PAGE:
"It’s not a new idea that women are condemned for the same qualities which prove impressive in men."Mohamed Hassan

‘Women in STEM’ is a phrase now, perhaps, most commonly heard when joking about the completion of a simple but vaguely technical task. But it remains important as a still burgeoning concept in the academic and educational sphere and is usually closely followed by the despairing of a sexist anecdote.

It’s not a new idea that women are condemned for the same qualities which prove impressive in men. Part of the reason why there has been such an absence of women going into scientific fields is the misogynistic bullying which they face within the school system. Shaming women for being smart or having an interest in science is the instigator of such this culture of under-confidence. Such an environment is produced by rampant stereotyping and misbeliefs about the gendering of intelligence, as highlighted by this report. Efforts to improve participation by women seemingly fail to have a knock-on effect in altering attitudes at a fundamental level. Shame is a perpetual tool used against the progression of women, and this includes women in STEM.

“Sexism in STEM has inevitably endured and is the woman in STEM’s unhappy companion”

Being from a literary background, I’ll present a literary example of the very shame which has historically restricted women from these spaces. Margaret Cavendish—a seventeenth-century natural philosopher and prolific writer—was one of the few women empowered to participate in early scientific discourse. Diarist Samuel Pepys candidly, and rather scathingly, recounts her presentation to the Royal Society with a focus on her slightly jarring appearance. He writes how she appeared in a “dress so antick, and [had a] deportment so ordinary, that I do not like her at all.” The first woman to present to such a prestigious society is chiefly remembered for her physical strangeness rather than the ideas she presented. We see the constant recurrence of this pattern in our modern age. Sexism in STEM has inevitably endured and is the woman in STEM’s unhappy companion.

Another reason for this is the notable absence of female role models for girls interested in STEM subjects or industries. Studies demonstrate the impact of female teachers in determining a pursuit of science at a secondary school level. Yet access to individuals with progressional backgrounds in science and technology remain scarce, often rendering this key support mechanism inaccessible. Mentoring schemes, such as those run by the Inspiration Trust for secondary school students, and CamAWiSE for university students at Cambridge, attempt to remedy such discrepancies and the difficulty of accessing direct representatives. However, the capacity for sustained support and interpersonal motivation remains limited. The phrase ‘women in STEM’ might have household use now, but the struggle for representation on a basic level keeps holding them back.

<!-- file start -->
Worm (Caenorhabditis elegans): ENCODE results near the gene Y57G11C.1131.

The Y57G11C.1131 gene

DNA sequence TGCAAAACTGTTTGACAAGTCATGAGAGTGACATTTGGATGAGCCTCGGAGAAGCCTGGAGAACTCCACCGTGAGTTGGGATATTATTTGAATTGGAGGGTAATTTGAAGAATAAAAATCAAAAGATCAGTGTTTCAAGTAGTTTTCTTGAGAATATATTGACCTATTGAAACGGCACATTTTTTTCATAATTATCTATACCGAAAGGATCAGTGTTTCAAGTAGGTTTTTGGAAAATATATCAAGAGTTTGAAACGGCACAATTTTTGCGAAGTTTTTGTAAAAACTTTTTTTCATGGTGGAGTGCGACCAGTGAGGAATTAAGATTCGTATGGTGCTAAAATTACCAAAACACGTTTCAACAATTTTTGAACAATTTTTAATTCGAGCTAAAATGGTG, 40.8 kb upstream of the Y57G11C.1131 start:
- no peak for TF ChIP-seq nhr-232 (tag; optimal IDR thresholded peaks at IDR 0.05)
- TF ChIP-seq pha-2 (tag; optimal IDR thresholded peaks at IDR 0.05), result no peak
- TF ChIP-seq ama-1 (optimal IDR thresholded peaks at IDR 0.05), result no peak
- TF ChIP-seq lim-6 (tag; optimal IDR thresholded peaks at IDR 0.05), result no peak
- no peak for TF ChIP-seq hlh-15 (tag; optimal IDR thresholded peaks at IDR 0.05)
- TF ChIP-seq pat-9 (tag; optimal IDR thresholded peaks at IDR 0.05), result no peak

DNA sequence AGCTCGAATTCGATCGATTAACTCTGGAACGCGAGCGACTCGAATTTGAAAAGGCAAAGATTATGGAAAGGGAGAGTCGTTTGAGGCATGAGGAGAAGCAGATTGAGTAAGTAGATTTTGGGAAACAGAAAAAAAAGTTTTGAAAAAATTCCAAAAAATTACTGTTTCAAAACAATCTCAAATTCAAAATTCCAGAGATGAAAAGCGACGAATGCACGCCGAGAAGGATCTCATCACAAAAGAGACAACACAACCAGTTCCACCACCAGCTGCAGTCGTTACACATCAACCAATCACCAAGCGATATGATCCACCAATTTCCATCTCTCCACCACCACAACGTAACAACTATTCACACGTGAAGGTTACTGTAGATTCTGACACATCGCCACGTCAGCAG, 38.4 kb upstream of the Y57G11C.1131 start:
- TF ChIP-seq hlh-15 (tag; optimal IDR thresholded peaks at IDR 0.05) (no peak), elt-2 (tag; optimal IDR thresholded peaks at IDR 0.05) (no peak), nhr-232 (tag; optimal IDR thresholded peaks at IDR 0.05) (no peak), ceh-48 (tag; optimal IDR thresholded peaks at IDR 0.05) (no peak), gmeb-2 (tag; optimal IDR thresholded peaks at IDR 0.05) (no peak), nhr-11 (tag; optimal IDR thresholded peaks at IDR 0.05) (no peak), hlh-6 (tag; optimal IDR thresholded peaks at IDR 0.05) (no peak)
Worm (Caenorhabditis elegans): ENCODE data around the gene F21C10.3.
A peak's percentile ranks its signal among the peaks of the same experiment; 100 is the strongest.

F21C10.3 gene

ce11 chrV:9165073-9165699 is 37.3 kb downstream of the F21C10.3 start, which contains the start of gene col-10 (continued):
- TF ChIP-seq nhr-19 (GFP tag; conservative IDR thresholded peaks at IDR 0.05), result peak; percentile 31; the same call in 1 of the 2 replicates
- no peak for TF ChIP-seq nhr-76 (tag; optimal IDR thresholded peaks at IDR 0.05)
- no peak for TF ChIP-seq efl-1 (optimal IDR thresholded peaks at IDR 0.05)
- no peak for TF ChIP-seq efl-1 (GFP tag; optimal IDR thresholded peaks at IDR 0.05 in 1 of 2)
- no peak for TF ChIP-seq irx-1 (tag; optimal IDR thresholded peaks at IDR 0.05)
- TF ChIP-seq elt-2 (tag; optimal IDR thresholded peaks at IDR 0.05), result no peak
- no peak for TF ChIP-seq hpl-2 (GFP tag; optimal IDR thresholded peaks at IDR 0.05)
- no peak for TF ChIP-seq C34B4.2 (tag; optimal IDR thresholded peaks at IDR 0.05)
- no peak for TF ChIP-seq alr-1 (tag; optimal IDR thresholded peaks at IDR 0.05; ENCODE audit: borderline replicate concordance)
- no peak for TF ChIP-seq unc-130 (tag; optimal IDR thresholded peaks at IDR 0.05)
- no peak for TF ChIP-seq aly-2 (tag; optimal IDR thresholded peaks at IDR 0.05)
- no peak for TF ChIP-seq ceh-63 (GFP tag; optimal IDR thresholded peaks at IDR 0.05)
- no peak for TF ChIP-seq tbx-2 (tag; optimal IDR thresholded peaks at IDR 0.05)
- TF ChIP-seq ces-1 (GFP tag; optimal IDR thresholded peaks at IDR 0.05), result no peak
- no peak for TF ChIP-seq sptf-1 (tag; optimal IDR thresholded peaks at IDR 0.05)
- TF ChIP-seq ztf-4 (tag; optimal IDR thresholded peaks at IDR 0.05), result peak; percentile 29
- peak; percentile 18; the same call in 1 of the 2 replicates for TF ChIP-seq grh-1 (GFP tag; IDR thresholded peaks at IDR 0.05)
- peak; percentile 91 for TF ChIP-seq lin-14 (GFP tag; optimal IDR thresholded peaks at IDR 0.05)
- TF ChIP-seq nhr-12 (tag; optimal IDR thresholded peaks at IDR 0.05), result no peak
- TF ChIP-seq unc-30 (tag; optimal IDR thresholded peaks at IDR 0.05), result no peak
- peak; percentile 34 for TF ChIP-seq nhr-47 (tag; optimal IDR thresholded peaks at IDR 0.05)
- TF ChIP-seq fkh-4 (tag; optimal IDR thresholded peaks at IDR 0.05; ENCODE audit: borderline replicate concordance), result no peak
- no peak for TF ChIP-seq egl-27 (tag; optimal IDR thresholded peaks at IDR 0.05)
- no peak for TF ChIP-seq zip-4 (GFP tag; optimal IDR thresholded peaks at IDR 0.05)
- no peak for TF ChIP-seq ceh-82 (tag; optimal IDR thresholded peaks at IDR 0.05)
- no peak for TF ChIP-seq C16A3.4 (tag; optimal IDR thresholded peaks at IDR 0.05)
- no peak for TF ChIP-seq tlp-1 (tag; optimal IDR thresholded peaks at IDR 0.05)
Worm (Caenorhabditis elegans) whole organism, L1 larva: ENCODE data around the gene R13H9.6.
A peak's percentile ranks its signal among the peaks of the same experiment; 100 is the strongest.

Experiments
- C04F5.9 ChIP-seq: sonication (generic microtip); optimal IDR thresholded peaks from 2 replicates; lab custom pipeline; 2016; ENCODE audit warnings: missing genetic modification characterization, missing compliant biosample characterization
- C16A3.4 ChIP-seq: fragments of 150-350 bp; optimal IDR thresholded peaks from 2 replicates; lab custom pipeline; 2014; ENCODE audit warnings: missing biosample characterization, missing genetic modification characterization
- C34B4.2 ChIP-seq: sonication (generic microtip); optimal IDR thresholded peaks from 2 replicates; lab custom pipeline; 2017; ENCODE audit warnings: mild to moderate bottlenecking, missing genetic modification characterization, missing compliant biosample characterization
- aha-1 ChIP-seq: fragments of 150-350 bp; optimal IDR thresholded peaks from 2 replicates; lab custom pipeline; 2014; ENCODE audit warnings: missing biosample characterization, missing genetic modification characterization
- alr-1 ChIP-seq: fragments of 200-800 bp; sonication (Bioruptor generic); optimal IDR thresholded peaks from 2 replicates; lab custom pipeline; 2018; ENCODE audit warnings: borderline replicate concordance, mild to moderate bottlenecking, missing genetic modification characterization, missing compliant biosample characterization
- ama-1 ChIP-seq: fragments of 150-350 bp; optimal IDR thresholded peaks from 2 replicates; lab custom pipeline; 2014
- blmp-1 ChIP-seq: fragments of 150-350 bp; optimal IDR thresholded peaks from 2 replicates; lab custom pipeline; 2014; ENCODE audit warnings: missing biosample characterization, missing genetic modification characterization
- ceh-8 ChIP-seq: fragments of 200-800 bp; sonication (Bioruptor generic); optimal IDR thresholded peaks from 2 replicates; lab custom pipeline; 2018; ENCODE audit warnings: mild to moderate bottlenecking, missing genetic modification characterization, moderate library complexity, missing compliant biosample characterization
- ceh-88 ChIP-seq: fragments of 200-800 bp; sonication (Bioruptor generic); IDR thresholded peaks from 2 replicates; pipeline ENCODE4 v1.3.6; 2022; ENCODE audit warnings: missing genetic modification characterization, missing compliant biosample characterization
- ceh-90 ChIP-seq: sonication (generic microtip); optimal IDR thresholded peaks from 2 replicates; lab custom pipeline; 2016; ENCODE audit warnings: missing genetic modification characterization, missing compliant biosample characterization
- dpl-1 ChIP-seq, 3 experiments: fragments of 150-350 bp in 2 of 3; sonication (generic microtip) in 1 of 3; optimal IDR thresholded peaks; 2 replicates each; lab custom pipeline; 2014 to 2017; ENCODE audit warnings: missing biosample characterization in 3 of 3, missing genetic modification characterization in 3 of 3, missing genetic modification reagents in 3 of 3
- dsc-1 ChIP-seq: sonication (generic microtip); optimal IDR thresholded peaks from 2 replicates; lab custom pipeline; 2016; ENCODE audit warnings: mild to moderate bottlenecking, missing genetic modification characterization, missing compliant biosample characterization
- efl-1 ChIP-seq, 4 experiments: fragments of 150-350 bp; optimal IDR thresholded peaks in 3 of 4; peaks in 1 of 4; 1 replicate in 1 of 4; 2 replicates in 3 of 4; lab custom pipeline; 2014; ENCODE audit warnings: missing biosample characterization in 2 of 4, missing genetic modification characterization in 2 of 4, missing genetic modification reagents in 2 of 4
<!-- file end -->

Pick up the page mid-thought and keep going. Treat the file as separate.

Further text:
“When was the last time you saw a woman present a show about science?”

It is not just academic environments which discourage female participation. The cultural bias against women in STEM often begins in the home, where parental figures are more likely to encourage their sons to take up such careers, even if they have the same ability. There are discrepancies between particular countries, but this trend remains global. Its impact has direct consequences: whilst female uptake of science subjects is increasing in schools, career access and research endeavours remain exceedingly challenging. In popular culture, we find examples of women scientists few and far between. When was the last time you saw a woman present a show about science? Brian Cox or David Attenborough are far more prominent names than Emily Calandrelli or Emily Graslie. Evidently, there are overlaps across industries that prevent women from progressing in different careers which retain a central focus on STEM. ‘Women in STEM’ does not just include researchers and academics, the sexism also touches producers, medical professionals, and journalists.


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Following this, women in STEM often find that their academic successes do not translate into economic advantages. Employers are more likely to provide men with practical, hands-on experience, and whilst schemes for women and marginalised genders have begun cropping up across schools, universities, and places of employment, issues remain. Women, for example, are twice as likely to leave the industries they enter even when successful, citing burnout, a lack of promotions, and the absence of diversity as the most critical factors. Competitiveness between women in STEM complicates this further: with limited space available and the underpinning need to justify their presence, women are often pitted against each other in a version of ‘who wore it better’, an arguably sexist idea.

It is evident that whilst access and mobility have improved, the long-term effects of gender prejudice and discrimination remain profound barriers for women to thrive. Shedding the hold of sexism is something that future generations will have to keep pushing for.